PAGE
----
If you’ve got student loans, chances are at some point during the repayment period you’re going to have difficulty making your payments. Given today’s still-sluggish economy, you may have trouble making your payments shortly after you graduate from college or grad school. Don’t panic– you may have options. The worst thing you can do is do nothing. If you don’t make your payments, your loans can become delinquent or even defaulted. That has serious consequences (which I’ll be discussing in a subsequent post).
Different Federal student loans have different rights. The Perkins loan is an under-understood (and under-appreciated) federal loan that has a lot more rights and benefits than people might realize.
- It has a lower interest rate, generally at about 5%
- You don’t need a high credit score to get one
- You don’t need a co-signer to get one
- The government pays your interest while you’re in school
- It is serviced by your school, meaning you don’t have to deal with the large bureaucracy at the U.S. Department of Education
- It has a longer grace period (the “free” period after graduation) at nine months. That’s three months longer than Stafford loans, and Grad PLUS loans don’t even have a grace period.
- You can cancel the loan if you work in certain professions. This is, arguably, the biggest benefit of Perkins loans. For those with eligible occupations—for example, certain types of teachers, certain types of medical professionals, and certain types of lawyers—you can get your Perkins loan completed cancelled. Cancelled— as in, you don’t have to repay it.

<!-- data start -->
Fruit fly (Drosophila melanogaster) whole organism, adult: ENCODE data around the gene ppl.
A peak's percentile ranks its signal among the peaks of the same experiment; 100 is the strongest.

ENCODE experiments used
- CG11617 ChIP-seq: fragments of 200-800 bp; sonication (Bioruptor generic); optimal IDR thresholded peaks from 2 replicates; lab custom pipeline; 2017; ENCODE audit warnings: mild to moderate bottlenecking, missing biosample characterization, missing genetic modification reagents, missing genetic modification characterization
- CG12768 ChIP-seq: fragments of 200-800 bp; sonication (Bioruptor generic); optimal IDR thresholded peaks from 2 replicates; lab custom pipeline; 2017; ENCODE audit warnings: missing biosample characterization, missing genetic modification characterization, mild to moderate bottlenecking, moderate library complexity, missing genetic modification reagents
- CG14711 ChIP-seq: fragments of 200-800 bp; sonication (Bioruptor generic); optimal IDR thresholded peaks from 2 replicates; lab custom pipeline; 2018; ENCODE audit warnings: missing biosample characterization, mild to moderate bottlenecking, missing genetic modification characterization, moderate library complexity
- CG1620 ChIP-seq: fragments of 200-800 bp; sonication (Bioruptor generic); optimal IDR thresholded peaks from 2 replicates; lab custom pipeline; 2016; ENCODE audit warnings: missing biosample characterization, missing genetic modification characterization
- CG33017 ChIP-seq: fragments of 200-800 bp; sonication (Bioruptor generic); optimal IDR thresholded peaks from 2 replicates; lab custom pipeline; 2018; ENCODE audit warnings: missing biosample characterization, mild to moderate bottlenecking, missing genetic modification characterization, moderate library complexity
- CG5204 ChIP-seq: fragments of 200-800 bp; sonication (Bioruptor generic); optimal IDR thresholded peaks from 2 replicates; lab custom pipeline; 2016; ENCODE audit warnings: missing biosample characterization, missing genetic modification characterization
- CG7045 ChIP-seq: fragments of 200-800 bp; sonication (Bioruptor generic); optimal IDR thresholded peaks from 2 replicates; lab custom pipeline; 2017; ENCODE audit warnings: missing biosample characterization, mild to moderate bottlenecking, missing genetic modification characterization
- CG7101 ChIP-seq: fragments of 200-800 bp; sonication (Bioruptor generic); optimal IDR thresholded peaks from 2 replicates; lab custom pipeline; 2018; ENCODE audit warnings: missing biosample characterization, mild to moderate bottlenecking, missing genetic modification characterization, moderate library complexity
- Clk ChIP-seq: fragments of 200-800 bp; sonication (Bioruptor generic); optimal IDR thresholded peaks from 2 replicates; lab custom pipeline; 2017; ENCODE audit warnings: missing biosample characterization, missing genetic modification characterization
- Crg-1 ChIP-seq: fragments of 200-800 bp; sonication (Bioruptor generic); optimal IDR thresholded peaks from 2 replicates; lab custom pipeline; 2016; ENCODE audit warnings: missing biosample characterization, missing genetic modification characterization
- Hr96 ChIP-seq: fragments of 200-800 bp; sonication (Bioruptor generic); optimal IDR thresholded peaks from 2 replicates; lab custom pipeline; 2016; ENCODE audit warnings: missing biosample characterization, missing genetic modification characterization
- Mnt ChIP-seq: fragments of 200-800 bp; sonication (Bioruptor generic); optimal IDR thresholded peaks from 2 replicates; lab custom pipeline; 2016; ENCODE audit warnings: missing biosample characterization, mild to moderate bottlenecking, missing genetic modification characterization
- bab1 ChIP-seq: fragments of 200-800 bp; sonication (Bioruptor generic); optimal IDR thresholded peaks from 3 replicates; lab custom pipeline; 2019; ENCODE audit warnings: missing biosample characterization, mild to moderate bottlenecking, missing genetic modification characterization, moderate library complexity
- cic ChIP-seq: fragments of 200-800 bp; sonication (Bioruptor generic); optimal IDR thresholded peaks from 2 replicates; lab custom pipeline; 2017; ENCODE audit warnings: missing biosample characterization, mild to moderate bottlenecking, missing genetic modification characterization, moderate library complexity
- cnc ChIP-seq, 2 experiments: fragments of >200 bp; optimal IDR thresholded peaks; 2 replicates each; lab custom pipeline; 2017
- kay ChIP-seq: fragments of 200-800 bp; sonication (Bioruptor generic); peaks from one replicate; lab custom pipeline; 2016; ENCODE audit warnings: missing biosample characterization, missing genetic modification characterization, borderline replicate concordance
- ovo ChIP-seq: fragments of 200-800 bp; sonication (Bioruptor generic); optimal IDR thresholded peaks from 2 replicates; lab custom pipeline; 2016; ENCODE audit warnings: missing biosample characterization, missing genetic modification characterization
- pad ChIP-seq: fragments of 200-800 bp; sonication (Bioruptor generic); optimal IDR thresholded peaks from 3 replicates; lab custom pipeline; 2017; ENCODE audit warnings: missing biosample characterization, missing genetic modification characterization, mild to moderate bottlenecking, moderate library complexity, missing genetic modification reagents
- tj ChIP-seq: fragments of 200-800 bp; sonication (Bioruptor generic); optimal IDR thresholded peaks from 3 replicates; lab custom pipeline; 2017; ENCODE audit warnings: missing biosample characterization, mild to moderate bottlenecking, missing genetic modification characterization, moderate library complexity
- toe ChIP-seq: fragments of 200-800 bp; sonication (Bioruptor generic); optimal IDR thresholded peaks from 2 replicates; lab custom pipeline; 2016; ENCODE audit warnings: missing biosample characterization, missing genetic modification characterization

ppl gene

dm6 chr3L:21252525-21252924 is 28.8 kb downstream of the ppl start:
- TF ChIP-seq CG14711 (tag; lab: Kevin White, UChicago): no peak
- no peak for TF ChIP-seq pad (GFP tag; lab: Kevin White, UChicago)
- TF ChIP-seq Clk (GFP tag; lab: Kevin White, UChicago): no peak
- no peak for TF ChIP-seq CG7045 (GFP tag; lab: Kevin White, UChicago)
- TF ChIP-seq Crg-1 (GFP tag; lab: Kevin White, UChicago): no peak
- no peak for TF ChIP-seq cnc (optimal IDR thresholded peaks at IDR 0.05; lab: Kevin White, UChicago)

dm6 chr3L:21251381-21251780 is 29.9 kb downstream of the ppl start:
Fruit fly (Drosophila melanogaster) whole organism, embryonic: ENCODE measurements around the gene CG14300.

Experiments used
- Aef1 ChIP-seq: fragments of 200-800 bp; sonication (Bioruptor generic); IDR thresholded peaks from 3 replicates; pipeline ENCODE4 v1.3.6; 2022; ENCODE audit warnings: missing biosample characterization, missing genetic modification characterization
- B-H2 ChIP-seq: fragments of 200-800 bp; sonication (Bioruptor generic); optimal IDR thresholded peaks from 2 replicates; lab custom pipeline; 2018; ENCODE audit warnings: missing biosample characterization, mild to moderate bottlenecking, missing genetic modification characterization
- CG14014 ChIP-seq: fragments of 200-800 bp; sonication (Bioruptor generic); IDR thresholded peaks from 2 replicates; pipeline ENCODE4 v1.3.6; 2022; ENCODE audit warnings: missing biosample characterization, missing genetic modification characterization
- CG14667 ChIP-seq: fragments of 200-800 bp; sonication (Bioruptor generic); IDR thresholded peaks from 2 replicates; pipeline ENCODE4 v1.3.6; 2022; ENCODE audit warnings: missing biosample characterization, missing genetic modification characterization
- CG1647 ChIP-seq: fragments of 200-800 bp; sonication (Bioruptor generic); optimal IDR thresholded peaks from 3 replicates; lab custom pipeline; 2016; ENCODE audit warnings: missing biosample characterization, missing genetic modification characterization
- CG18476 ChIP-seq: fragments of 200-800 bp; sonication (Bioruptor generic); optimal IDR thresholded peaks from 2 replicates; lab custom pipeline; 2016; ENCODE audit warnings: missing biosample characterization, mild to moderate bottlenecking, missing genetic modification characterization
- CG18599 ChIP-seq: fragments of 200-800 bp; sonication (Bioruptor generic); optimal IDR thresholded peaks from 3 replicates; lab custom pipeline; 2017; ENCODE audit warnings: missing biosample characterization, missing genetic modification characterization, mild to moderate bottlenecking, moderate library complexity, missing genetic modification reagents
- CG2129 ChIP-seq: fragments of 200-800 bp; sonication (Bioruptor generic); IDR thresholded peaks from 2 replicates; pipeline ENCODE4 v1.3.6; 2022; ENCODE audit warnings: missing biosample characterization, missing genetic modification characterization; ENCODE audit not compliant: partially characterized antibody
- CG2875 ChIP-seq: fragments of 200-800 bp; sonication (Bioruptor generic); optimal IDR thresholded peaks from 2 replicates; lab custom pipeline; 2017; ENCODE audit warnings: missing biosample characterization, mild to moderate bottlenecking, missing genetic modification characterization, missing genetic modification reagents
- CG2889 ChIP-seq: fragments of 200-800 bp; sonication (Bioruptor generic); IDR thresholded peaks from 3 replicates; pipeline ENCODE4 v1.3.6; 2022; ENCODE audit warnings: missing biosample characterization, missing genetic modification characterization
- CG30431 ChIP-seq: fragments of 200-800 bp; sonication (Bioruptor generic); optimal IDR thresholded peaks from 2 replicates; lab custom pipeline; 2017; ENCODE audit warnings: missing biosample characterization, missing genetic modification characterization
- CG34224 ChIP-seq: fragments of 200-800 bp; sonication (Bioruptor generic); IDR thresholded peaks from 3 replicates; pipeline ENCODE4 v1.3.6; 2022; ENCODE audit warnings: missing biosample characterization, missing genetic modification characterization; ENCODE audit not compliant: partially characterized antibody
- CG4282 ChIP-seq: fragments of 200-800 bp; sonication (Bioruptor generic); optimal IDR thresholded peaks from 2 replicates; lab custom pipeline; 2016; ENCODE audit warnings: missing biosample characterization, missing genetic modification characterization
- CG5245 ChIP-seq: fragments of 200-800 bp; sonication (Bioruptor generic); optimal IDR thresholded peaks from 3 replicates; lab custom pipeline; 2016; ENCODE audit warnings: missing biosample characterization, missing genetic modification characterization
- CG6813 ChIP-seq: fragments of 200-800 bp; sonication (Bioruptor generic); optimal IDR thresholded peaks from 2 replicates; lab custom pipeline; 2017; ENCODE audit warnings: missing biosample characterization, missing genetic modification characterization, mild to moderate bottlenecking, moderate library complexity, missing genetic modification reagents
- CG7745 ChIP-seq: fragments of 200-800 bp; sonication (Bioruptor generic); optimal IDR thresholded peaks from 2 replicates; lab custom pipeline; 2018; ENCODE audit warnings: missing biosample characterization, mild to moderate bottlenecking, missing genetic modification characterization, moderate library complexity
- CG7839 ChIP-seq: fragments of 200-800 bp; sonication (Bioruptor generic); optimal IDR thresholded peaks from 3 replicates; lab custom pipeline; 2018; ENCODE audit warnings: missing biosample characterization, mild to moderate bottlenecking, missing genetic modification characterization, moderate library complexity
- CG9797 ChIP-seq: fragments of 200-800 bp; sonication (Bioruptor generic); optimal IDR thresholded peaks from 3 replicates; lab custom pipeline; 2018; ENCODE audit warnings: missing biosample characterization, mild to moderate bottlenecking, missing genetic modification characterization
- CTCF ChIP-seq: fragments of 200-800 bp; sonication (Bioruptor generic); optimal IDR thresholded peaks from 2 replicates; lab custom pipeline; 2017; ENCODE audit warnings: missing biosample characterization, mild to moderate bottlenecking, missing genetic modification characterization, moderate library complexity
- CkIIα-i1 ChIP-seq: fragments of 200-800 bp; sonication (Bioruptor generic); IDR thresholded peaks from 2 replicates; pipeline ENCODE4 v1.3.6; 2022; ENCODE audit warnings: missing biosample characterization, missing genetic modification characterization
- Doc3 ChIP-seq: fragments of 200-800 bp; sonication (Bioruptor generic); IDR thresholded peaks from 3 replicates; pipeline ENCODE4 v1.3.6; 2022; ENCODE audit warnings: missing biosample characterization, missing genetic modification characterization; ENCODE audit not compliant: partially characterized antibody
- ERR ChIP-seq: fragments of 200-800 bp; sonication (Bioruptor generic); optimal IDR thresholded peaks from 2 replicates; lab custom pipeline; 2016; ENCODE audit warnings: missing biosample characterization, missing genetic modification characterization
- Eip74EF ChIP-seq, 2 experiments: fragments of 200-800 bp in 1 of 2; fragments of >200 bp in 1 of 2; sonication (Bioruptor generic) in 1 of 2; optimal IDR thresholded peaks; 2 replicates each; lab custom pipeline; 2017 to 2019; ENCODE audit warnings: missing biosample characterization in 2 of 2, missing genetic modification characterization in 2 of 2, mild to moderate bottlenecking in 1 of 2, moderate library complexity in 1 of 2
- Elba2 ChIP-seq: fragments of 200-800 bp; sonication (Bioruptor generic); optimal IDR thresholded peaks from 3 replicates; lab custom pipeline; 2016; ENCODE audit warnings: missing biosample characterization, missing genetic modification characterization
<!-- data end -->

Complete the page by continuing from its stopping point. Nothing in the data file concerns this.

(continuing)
If you have a Perkins loan, that’s great news. It is one of the best student loans you can have. Keep in mind that if you areconsidering consolidating your federal student loans and you want to include the Perkins loan, you will lose the post-graduation benefits of the Perkins loan–namely the extended grace period, the lower interest rate, and the cancellation rights. Make sure you know whether or not it makes sense to include your Perkins loan in the consolidation.
For-profit colleges have been coming under increasing scrutiny over the past couple of years. These schools have been accused of enticing students through misleading recruitment tactics, saddling them with enormous amounts of student loans, and then sending them off into the world with a degree that is near-worthless. Student loan default rates at for-profit colleges are astonishingly high, yet these institutions earn 90% or more of their revenue from federal and private student loans. Now, state attorney generals are investigating. Take a look at this Boston Globe article about what Massachusetts Attorney General Martha Coakley is doing about for-profit colleges:
It’s May. It’s Spring. The weather is warm. Summer is near. And millions of students are graduating from college and grad school. Most have at least some student loans. This is certainly an exciting time, but don’t let your student loan obligations surprise you in a few months. There are important things you need to know now so that you are prepared to manage your debt burden in the months ahead.